-ic

(Greek: a suffix; pertaining to; of the nature of, like; in chemistry, it denotes a higher valence of the element than is expressed by -ous)

acidotic (adjective), more acidotic, most acidotic
A reference to or characterized by a high concentration of hydrogen-ions in a person's blood: When Jane went to her doctor for a blood test, he told her that her blood became acidotic caused by an imbalance of electrolytes and could result in her body developing an excess of fluid, elevated blood pressure, and weak bones, among other ailments, if not treated immediately.
aciduric (adjective), more aciduric, most aciduric
Pertaining to the growth of an organism in an acidic medium: Aciduric plants are acid-loving and thrive best in soil requiring a pH well below 7.
acinic (adjective) (not comparable)
Referring to one of the small saclike parts of a compound gland: Less than 1% of malignancies originating in the lower respiratory tract are acinic cell carcinomas.
aclastic (adjective)
1. Relating to or exhibiting aclasis.
2. Not refracting light rays; non-refractive.
aclinic
acmatic (adjective), more acmatic, most acmatic
Referring to the highest point or peak of something; the highest level of attainment: It was during her acmatic phases of performing on stage that Marilyn reached the ultimate level of success as an actress.
acmesthetic (adjective), more acmesthetic; most acmesthetic
Relating to a sensation of sharp points touching the skin but lacking the perception of pain usually associated with such stimulation: Glenda had an acmesthetic feeling when the point of the needle was put into her arm; so, she didn't feel any pain.

Man is an intelligence in servitude to his organs.

-Aldous Huxley
acmic (adjective) (not comparable)
1. Referring to an acme, particularly to the peak of a genetic series of organisms: Martin learned all about the acmic or higheest point of the genetical development of cats.
2. Concerning a period where an aquatic group goes through seasonal changes: In her ecology class, Ivy learned about how marine organisms undergo the acmic time of transitional changes of the seasons.
acosmic (adjective), more acosmic, most acosmic
Conveying a denial of the existence of the universe as distinct from God: According to this viewpoint, the phenomenal dualistic acosmic world is ultimately an illusion, regardless of the apparent reality it possesses at the mundane or empirical level.
acousmatic (adjective), more acousmatic, most acousmatic
1. Relating to a class of scholars under Pythagoras who listened to his teachings without inquiring into their inner truths: The acousmatic pupils of the philosopher Pythagoras were required to sit in total silence while they listened to him deliver his lecture from behind a veil or screen so they might be able to concentrate better on what he was teaching them.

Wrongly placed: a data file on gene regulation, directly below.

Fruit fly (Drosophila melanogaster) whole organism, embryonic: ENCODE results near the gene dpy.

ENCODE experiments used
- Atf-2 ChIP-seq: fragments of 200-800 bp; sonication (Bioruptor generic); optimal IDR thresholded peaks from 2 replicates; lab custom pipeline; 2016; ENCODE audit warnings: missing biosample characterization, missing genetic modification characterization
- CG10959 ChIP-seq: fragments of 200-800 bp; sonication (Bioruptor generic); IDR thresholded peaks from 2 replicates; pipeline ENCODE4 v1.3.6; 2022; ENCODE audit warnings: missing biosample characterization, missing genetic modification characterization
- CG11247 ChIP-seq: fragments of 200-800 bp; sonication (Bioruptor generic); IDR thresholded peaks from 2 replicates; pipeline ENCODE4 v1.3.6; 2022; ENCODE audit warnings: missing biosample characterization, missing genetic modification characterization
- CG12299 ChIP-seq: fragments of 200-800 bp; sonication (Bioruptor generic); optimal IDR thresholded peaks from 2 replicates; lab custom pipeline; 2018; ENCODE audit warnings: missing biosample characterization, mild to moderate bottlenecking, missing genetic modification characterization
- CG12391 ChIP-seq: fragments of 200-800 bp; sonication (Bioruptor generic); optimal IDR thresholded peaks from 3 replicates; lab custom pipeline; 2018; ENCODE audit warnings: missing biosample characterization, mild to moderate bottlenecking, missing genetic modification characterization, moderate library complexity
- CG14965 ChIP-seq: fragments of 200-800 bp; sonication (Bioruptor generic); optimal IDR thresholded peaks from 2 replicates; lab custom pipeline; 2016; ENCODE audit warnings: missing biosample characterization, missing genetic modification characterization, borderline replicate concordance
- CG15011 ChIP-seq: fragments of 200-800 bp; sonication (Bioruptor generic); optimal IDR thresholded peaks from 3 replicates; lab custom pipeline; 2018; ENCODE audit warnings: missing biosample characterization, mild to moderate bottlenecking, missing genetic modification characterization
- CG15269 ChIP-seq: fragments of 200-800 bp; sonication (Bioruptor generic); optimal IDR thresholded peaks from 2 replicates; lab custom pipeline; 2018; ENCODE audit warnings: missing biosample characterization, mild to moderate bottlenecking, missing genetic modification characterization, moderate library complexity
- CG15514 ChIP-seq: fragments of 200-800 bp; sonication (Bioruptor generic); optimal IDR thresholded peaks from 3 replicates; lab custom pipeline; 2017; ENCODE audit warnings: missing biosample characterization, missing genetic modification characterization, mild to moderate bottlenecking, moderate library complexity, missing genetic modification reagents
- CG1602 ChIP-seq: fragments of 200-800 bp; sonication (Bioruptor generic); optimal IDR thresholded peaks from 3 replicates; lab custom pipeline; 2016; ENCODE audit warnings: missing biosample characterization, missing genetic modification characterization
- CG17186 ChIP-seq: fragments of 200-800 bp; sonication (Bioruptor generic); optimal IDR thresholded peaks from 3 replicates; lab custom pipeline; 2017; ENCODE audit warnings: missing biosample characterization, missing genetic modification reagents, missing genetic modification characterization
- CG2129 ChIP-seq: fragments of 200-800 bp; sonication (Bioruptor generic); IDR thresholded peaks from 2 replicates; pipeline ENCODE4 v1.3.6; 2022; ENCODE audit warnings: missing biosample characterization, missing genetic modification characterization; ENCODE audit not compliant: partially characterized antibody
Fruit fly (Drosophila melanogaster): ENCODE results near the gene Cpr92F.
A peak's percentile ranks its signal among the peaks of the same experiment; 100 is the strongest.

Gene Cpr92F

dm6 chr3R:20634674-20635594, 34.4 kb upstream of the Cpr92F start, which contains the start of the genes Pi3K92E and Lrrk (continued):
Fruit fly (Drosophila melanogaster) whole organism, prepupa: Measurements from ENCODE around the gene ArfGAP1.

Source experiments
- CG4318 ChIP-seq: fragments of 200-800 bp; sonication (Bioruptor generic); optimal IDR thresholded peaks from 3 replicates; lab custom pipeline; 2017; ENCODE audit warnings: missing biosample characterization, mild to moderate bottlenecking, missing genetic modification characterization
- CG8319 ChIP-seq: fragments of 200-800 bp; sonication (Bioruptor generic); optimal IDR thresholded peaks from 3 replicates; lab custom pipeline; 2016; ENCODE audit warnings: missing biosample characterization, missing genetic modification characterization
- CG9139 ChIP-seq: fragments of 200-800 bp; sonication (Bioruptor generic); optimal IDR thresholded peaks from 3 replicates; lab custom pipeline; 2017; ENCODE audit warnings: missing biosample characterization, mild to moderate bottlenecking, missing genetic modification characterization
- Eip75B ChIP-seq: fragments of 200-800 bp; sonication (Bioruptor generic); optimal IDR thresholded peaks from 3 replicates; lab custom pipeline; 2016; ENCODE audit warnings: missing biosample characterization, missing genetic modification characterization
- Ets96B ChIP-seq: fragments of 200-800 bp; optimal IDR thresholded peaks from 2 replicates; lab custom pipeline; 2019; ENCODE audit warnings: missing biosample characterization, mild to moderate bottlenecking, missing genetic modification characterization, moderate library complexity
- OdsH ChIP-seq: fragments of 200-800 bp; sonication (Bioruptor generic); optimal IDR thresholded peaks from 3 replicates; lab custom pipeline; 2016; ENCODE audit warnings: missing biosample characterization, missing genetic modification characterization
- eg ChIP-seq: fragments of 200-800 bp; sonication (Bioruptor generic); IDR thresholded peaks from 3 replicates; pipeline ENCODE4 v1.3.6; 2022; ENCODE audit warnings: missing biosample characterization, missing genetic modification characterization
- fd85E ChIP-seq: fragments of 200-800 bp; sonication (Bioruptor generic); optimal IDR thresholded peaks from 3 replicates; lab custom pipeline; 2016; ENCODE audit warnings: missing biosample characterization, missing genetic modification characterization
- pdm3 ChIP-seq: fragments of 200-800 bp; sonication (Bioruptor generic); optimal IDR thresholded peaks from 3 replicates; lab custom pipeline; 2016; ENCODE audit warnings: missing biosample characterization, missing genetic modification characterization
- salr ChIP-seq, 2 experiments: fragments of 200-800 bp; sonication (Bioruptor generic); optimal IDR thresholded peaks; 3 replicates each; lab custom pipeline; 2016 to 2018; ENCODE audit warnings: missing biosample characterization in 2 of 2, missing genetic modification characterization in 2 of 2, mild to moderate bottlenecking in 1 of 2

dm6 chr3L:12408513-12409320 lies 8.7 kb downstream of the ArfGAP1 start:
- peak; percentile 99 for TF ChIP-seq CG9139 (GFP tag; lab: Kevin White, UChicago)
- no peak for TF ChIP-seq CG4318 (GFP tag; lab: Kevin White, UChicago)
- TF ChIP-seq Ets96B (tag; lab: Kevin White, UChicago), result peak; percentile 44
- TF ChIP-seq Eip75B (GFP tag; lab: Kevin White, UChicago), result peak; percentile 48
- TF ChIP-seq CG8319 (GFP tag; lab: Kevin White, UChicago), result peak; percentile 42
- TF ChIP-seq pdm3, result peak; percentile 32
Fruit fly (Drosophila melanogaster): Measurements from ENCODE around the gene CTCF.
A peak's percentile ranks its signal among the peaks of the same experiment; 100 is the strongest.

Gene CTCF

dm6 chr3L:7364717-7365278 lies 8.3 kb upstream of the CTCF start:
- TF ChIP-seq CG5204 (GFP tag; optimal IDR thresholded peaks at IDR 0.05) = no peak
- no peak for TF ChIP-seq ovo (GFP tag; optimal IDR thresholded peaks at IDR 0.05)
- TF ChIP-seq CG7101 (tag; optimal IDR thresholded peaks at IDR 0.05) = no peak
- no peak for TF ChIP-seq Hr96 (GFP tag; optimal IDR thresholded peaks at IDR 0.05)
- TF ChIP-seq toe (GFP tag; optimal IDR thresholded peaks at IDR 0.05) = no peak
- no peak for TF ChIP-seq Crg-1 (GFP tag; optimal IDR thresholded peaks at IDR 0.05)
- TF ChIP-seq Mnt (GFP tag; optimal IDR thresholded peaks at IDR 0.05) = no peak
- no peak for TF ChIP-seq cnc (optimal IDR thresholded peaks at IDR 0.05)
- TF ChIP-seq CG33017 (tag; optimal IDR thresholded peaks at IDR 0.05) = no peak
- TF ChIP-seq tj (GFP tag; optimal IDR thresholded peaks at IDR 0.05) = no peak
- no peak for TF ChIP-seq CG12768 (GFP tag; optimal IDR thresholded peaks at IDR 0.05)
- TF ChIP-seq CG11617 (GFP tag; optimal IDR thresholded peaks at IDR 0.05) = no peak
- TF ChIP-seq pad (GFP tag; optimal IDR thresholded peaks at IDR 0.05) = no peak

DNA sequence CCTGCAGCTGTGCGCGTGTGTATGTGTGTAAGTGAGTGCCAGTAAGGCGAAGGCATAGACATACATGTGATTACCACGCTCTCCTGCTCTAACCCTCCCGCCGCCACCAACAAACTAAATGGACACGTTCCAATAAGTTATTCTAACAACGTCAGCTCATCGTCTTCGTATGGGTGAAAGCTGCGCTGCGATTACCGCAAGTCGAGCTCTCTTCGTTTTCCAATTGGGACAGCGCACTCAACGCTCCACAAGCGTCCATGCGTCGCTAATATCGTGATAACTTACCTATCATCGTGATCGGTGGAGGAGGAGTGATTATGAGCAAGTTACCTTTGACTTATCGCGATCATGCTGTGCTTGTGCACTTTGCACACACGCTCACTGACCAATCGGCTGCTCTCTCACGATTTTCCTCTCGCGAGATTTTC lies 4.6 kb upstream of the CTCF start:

2. A reference to a sound, whether natural or produced, when the source of the sound is unseen or has no visually recognizable cause: In a mystery film, the prisoner could hear the acousmatic ringing of a bell from a source far above him.
acoustic (adjective) (not comparable)
1. Pertaining to the sense of hearing: Dogs are known to have a much greater acoustic range for hearing than humans.
2. A reference to something that can be used to aid a person's hearing: The doctor prescribed an acoustic hearing aid for Mark so he could listen to others better.
Pertaining to the sense of hearing.
© ALL rights are reserved.

Go to this Word A Day Revisited Index
for a list of additional Mickey Bach illustrations.

acoustic agraphia (s) (noun), acoustic agraphias (pl)
The inability to write from dictation or from what is heard: Dr. Davis is a specialist in treating acoustic agraphias with which several of his patients are afflicted.
acoustic aphasia (s) (noun), acoustic aphasias (pl)
Impairment in the understanding of auditory language and communication, including the inability to write from dictation in the presence of normal hearing: Acoustic aphasia consists of sounds that are heard but which convey no meaning, however spontaneous speech, reading, and writing are supposedly not affected.
acoustic apparatus (s) (noun); acoustic apparatuses (pl)
The numerous body organs and structures consisting of hearing, especially the various parts of the ear: As future ear, eye, nose and throat specialists, some of the medical students found the acoustic apparatus to be the most difficult to master.
acoustic hypoesthesia (s) (noun), acoustic hypoesthesias (pl)
A partial loss of hearing or a reduced sensitivity to sounds: Mr. Smith, the lawyer, found that the acoustic hypoesthesia which Shirley experienced created difficulty in the courtroom when she needed to hear everything that was said.